At the time this suit came on for hearing before the three-judge court upon the application of the plaintiffs for a temporary injunction and the motion of the defendants to dismiss the bill, the question whether the suit involved or grew out of a "labor dispute" was a debatable question, and the majority of that court were of the opinion that the Norris-LaGuardia Act was inapplicable. D.C., Dec. 31, 1937, 21 F.Supp. 807. After the decision of the three-judge court, the Supreme Court filed opinions in Lauf v. E. G. Shinner & Co., 303 U.S. 323, 58 S.Ct. 578, 82 L.Ed. 872, decided February 28, 1938, a case much like this one, and in New Negro Alliance v. Sanitary Grocery Co., 303 U.S. 552, 58 S.Ct. 703, 82 L.Ed. 1012, decided March 28, 1938, a suit to enjoin a corporation composed of colored persons from picketing stores of the Sanitary Grocery Company and committing acts injurious to its business. In each of these cases the Supreme Court held that the suit involved or grew out of a "labor dispute" as defined in the Norris-LaGuardia Act, and that that Act was applicable. Thereafter, in Grace Company v. Williams, 8 Cir., April 22, 1938, 96 F.2d 478, this Court, upon the authority of Lauf v. E. G. Shinner & Co., supra, and New Negro Alliance v. Sanitary Grocery Co., supra, held that the Norris-LaGuardia Act applied to a suit brought to enjoin acts of violence interfering with the Grace Company's business and committed for the very purpose of forcing its employees — who had formed a union of their own and had bargained collectively with the plaintiff — into joining the United Garment Workers of America, Local Union No. 47, against their will. This Court said (page 480 of 96 F.2d):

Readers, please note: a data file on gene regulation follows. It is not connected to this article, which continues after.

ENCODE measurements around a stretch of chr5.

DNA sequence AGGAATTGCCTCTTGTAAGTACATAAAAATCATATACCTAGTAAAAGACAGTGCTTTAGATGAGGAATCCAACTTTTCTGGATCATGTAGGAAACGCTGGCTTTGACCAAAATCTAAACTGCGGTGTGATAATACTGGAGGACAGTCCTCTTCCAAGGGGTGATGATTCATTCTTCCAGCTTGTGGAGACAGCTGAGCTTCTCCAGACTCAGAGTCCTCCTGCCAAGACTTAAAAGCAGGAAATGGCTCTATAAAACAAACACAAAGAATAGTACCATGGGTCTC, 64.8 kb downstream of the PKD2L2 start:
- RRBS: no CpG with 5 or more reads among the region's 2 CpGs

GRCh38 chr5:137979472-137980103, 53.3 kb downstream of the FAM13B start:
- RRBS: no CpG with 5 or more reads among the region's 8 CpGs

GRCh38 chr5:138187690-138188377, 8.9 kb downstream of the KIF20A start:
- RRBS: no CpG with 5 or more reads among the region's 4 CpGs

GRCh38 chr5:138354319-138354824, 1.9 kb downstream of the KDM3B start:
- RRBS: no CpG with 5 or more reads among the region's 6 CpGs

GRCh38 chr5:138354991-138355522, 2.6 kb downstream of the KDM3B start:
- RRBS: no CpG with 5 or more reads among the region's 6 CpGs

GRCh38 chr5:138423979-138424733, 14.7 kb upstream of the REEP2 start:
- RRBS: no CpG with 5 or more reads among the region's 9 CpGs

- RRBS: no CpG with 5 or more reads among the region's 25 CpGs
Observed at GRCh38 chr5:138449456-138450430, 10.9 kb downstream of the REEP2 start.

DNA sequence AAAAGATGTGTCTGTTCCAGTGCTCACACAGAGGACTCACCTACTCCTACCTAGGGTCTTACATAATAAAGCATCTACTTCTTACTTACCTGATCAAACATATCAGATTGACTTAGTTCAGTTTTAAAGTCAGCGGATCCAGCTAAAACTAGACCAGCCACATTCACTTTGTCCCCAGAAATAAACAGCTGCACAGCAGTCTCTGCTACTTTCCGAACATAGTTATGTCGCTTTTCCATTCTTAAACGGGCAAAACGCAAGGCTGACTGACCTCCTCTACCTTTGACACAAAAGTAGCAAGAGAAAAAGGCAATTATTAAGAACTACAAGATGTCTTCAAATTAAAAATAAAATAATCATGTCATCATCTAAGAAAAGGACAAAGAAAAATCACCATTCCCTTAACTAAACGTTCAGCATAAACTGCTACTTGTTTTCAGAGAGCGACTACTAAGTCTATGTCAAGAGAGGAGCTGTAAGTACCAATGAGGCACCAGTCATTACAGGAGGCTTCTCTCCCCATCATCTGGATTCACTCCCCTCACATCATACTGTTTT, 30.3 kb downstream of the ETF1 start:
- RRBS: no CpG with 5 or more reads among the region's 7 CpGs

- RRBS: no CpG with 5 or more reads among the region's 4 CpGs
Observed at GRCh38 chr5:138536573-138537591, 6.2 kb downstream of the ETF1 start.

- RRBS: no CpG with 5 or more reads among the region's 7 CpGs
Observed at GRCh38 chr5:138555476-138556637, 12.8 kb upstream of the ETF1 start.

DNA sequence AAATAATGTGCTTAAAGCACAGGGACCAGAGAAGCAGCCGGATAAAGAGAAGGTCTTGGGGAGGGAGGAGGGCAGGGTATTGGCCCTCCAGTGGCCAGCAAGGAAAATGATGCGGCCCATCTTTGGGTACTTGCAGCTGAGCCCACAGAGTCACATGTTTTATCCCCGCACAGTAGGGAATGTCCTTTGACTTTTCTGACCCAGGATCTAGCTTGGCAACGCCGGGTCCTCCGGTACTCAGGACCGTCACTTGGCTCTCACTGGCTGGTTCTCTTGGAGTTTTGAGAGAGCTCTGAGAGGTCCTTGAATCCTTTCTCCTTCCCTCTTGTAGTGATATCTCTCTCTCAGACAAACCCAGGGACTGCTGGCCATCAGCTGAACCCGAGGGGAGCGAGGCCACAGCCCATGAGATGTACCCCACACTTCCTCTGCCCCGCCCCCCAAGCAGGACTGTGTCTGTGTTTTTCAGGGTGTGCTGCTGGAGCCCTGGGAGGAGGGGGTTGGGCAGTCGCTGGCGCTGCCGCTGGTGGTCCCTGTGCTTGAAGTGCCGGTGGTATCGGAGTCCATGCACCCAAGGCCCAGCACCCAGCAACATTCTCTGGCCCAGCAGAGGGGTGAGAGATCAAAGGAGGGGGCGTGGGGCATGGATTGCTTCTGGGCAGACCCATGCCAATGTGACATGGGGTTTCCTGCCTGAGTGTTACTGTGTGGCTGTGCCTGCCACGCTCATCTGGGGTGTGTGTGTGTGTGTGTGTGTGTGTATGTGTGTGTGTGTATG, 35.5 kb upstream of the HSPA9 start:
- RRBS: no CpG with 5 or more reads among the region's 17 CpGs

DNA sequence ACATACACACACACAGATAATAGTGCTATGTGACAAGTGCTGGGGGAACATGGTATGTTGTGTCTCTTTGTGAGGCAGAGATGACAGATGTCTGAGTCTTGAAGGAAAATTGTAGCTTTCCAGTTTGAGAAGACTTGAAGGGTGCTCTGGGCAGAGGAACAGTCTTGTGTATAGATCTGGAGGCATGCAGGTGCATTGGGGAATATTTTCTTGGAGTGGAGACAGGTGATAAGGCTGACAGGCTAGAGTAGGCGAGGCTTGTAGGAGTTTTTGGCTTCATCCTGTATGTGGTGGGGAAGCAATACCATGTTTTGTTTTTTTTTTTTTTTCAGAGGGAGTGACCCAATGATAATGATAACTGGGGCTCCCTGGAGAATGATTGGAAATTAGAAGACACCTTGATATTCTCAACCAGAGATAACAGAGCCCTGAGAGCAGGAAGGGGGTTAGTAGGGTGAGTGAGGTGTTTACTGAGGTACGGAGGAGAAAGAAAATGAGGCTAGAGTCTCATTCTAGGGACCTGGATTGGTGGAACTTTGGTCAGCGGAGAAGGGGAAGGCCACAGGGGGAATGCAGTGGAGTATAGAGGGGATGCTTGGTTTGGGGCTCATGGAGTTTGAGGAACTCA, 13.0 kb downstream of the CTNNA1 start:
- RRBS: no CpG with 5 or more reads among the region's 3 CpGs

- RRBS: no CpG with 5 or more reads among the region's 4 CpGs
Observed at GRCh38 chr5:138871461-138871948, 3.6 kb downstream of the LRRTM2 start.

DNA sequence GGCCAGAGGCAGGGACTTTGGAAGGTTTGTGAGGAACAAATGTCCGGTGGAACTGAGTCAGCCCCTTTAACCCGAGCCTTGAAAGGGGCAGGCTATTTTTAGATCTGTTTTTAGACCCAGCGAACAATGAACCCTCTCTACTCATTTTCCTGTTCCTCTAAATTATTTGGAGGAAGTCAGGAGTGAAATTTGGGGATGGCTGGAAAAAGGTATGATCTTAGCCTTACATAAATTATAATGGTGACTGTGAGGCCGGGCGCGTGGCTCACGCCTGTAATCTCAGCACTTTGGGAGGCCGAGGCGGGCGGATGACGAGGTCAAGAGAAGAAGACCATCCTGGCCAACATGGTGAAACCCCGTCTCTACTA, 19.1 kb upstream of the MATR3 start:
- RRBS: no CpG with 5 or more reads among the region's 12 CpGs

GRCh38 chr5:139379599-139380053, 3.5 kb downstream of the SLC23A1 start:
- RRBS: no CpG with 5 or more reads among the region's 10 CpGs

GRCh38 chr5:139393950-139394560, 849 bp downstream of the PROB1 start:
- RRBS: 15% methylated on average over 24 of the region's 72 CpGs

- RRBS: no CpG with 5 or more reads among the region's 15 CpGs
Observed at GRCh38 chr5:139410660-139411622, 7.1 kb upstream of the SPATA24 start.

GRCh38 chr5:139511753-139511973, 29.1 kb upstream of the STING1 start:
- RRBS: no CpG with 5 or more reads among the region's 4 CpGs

"It has been the contention of plaintiff that the Norris-LaGuardia Act was not applicable because there was no labor dispute involved. Subdivision (c) of section 13 of the act, 29 U.S.C.A. § 113(c), provides that: `The term "labor dispute" includes
"In view of the opinions in Lauf et al. v. E. G. Shinner & Co., Inc., [303 U.S. 323], 58 S.Ct. 578, 582, 82 L.Ed. 872, filed February 28, 1938, and in New Negro Alliance et al. v. Sanitary Grocery Co., Inc., [303 U.S. 552], 58 S.Ct. 703, 82 L.Ed. 1012, filed March 28, 1938, any discussion of this question under the facts as disclosed by the complaint would be more or less academic. On the authority of these decisions we are of the opinion that a labor dispute was involved in this suit."
The plaintiffs and the interveners earnestly and sincerely argue that the suit with which we are concerned is not ruled by Lauf v. E. G. Shinner & Co., supra, New Negro Alliance v. Sanitary Grocery Co., supra, or Grace Company v. Williams, supra, and that each of those cases may be distinguished.
We are convinced that, under the construction placed by the Supreme Court upon the language of the Norris-LaGuardia Act defining a "labor dispute", it must be held that this suit involves or grows out of such a dispute.